Saturday, August 22, 2015

Egypt’s First Museum of Arabic Calligraphy to Open Today

The work of a student of Arabic calligraphy, using bamboo pens (qalams) and brown ink, tracing over the teacher's work in black ink. Credit: Aieman Khimji/ Flickr

The work of a student of Arabic calligraphy, using bamboo pens (qalams) and brown ink, tracing over the teacher’s work in black ink

Amid an atmosphere of anticipation, Egyptian coastal city Alexandria prepares itself for the inauguration of the city’s latest project for cultural preservation, the Museum of Arabic Calligraphy, due to be inaugurated on Saturday, aS reported.

As part of an inclusive renovation project for the Hussein Sobhy Museum of Fine Arts situated in Moharram Bey area, the new museum will open its gates tonight at seven in the evening in the presence of the Minister of Culture Abdel Wahed al-Nabawy, the Governor of Alexandria Hani el-Messiry and the Head of Fine Arts Sector Hamdy Abo el-Maati.

The Museum of Arabic Calligraphy, the latest addition to the Alexandria Museum of Fine Arts. Source: Archinos Architecture

The Museum of Arabic Calligraphy, the latest addition to the Alexandria Museum of Fine Arts

In an official statement, Abo el-Maati explained that “the museum is specialized in the art and aesthetics of Arabic calligraphy and contains a collection of Arabic manuscript masterpieces created by artists of our current and past times.”

Renowned for their wide experience in modern design, conservation projects and designing interpretative displays in national museums, Archinos Architecture, a Cairo based firm, was commissioned by the Ministry of Culture in 2009 to take the project under its wings.

Curtained in a glass wall bearing Islamic motifs and Arabic calligraphy, the museum façade radiates an entwined identity of modernity, and Islamic and Arabic culture.

History of Arabic Calligraphy

Source: Mohamed Zakariya, Calligrapher

Known in Arabic as khatt –meaning line, design, or construction- Arabic calligraphy is a form of art cherished by letterers across Arabic speaking countries in North Africa and the Arabian Peninsula. Despite it being language based, Arabic calligraphy is oftentimes associated to the Islamic culture and the Qur’an. This shows clearly in the frequent basing of calligraphy artwork on excerpts from the Islamic holy book, Qur’an.

Although the exact origins of the Arabic lettering are unclear, Canaanite and Aramic Nabataean inscriptions that date back to the 14th century BC have been discovered by archaeologists in the northern parts of the Arabian Peninsula, and are believed to link to the Arabic alphabets, or even be the early origins of Arabic lettering.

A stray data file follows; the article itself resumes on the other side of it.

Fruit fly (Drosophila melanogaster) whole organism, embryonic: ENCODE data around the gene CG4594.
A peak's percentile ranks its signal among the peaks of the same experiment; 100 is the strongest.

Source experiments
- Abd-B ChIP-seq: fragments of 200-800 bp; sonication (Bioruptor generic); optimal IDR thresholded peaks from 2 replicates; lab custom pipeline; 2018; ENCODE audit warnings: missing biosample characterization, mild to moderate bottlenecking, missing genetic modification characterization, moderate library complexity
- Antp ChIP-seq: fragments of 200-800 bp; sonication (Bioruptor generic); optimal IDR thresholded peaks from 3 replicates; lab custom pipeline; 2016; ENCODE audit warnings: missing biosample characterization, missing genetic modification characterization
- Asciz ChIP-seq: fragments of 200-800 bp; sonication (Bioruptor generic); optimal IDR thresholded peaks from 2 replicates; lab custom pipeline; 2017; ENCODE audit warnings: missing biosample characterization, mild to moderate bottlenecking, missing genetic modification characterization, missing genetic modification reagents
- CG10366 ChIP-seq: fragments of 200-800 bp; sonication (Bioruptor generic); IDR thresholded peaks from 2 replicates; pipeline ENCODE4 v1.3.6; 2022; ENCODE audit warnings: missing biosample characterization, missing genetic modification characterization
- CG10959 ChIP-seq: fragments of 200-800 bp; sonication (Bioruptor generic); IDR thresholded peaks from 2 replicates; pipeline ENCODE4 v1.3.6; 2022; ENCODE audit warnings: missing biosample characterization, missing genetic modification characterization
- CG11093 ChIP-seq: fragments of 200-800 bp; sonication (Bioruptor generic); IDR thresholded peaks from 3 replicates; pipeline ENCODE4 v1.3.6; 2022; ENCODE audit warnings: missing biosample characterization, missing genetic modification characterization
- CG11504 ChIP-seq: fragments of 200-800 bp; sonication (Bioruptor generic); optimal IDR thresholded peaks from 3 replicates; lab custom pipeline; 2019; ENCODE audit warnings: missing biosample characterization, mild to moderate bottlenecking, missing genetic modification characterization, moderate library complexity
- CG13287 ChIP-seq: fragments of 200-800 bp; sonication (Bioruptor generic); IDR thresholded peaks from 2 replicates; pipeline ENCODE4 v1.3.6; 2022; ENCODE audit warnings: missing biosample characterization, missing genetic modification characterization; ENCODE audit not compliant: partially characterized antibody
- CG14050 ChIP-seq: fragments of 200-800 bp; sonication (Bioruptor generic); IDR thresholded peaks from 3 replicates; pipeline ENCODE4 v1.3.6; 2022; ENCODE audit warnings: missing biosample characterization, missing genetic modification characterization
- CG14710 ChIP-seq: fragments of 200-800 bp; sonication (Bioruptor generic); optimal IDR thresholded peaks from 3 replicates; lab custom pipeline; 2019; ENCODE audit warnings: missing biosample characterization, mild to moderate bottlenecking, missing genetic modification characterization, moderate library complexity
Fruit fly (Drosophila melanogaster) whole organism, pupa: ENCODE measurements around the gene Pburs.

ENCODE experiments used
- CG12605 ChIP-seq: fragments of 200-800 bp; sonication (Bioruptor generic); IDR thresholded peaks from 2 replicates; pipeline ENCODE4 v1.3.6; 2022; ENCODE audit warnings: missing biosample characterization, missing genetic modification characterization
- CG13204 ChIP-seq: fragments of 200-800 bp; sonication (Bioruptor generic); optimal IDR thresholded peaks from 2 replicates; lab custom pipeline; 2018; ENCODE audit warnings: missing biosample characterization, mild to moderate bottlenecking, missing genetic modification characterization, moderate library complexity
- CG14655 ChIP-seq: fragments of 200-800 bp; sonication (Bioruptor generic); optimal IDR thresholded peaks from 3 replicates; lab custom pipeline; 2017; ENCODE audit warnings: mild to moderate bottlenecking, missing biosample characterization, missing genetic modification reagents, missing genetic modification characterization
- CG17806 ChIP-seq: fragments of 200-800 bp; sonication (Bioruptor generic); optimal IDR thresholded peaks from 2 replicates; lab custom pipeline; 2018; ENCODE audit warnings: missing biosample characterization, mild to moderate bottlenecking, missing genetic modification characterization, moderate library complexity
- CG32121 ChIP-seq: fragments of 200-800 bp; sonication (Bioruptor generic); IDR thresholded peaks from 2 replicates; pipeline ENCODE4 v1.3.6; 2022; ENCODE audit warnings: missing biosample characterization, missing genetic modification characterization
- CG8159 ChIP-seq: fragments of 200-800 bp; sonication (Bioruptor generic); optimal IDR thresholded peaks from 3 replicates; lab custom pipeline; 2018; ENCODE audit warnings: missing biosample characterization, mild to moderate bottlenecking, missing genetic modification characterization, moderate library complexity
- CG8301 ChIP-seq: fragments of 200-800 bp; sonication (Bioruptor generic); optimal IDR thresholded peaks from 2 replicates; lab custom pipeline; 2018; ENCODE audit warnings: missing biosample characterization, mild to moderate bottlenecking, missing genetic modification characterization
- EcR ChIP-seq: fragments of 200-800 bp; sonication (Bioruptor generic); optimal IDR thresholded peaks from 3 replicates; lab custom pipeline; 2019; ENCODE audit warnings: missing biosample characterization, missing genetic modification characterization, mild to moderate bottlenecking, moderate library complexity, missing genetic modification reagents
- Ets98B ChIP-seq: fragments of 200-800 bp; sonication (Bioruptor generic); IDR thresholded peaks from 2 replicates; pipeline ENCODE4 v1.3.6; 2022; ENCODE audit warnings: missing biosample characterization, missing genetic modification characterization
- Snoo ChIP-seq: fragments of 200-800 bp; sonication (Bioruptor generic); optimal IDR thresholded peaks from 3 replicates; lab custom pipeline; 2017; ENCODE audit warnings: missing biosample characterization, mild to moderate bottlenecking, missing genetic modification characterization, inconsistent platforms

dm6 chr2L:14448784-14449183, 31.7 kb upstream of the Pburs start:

Comparison of the old scripts letters. Source: Wikipedia

Comparison of the old scripts letters.

Nevertheless, early scripts of the Qur’an are considered as some of the oldest references to early Arabic calligraphy and lettering as we know it today. The script used for the early Qur’an writings is commonly known as Kufic scripts –named after the city of Kufa in Iraq where it first appeared- and was developed around the 7th century, and remained popular until the 13th century.

As time passed, Arabic calligraphy underwent many developments that were influenced differently by geographic presence and the time during which they were developed. Among the most influential dynasties in the development of Arabic calligraphy are the Abbasid Dynasty (758-1258 AD), the Safavic Dynasty (1502- 1736 AD) developed in Persia and the Ottoman Dynasty (1444-1923 AD).

The measurements of the Arabic letters showing similarity, according to Ibn ar-Rawandi, Rahat as-sudur. Source: source: Annemarie Schimmel

The measurements of the Arabic letters showing similarity, according to Ibn ar-Rawandi, Rahat as-sudur

Meanwhile, an example of other scripts that were influenced by the whereabouts of their development is the Maghribi script which was developed in the western countries of North Africa during the Islamic Empire.

Verses from the Holy Qur’an written in the Maghribi script. Source: Wikimedia

Verses from the Holy Qur’an written in the Maghribi script.

Today, the two most commonly used scripts by everyday Arabic speakers are Naskh and Riq’ah.